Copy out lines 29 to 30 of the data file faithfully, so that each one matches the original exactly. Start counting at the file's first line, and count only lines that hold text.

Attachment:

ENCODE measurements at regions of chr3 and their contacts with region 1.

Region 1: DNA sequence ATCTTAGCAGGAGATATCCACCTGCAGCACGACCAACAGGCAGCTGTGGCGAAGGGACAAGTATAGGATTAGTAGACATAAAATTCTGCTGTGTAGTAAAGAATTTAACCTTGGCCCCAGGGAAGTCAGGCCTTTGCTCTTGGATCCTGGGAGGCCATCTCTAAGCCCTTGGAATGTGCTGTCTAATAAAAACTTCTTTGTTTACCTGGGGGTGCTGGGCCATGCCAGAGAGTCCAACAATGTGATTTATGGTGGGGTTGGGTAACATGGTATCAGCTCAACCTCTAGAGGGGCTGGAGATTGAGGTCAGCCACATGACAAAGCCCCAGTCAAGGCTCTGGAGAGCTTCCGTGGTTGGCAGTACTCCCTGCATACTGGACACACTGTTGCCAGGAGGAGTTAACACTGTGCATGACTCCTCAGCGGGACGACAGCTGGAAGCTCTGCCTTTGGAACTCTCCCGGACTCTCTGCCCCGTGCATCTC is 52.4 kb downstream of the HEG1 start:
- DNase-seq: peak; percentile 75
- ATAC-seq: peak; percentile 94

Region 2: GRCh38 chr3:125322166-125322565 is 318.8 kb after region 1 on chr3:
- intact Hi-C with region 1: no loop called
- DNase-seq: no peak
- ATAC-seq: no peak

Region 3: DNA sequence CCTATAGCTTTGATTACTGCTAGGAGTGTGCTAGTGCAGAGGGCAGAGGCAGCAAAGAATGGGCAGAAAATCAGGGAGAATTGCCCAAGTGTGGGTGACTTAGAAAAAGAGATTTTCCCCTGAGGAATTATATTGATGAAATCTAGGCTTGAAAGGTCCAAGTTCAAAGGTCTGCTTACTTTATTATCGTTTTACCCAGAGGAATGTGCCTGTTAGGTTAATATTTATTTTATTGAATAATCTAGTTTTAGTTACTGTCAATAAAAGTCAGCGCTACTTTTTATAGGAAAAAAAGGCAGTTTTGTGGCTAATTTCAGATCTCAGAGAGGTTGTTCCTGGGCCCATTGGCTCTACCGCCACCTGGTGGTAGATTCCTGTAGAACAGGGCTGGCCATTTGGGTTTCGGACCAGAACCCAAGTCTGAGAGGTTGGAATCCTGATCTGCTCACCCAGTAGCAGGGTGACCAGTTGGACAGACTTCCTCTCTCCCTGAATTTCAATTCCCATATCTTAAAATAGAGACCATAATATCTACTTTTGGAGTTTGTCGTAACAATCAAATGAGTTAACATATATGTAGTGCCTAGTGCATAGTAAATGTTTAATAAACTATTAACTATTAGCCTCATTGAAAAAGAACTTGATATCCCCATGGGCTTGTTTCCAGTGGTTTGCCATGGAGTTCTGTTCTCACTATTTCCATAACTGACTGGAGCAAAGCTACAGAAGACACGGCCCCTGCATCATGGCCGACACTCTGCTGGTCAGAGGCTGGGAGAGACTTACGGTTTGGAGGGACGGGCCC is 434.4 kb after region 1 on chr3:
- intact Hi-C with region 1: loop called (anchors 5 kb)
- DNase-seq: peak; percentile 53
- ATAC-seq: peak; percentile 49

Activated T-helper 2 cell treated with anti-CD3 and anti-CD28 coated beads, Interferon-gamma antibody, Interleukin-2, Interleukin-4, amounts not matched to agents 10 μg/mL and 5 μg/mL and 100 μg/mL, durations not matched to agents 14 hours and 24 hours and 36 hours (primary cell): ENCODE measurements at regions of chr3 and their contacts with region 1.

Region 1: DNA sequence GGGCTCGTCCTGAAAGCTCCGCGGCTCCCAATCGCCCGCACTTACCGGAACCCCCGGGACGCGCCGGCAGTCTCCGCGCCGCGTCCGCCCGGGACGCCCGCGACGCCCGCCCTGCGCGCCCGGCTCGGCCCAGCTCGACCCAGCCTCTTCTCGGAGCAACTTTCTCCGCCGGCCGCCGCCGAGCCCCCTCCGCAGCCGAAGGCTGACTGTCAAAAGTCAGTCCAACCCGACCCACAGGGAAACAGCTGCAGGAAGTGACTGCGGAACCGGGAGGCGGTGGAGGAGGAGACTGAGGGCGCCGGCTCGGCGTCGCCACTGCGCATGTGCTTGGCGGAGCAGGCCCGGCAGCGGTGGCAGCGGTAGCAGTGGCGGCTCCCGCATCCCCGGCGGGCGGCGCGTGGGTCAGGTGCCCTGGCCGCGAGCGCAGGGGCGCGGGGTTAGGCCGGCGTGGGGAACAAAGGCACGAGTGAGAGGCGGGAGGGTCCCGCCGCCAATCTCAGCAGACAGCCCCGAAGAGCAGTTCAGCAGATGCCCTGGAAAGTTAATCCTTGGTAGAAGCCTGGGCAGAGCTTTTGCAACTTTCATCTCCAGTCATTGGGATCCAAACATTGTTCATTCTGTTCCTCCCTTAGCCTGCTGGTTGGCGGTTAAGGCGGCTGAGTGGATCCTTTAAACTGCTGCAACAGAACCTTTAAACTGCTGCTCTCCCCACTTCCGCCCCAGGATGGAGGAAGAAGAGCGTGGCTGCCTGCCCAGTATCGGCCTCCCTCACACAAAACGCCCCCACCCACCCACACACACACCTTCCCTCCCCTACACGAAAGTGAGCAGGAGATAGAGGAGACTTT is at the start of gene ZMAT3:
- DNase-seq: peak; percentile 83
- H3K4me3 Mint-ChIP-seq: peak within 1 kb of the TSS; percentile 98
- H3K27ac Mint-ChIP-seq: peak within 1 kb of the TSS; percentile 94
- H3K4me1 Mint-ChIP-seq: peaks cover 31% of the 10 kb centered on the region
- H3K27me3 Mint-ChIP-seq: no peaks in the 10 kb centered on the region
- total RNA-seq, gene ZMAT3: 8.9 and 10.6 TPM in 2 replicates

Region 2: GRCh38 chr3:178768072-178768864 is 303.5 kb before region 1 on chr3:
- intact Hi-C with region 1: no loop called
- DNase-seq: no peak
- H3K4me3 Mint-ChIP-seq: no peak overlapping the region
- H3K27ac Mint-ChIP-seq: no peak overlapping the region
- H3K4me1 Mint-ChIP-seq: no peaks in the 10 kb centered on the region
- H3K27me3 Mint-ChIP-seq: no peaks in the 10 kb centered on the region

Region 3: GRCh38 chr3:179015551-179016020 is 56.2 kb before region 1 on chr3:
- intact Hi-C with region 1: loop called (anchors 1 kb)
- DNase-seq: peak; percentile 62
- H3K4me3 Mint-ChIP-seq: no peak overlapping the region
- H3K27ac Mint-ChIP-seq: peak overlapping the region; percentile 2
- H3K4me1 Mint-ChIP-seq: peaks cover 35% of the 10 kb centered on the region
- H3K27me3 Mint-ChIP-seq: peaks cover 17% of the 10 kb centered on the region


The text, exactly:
- intact Hi-C with region 1: loop called (anchors 1 kb)
- DNase-seq: peak; percentile 62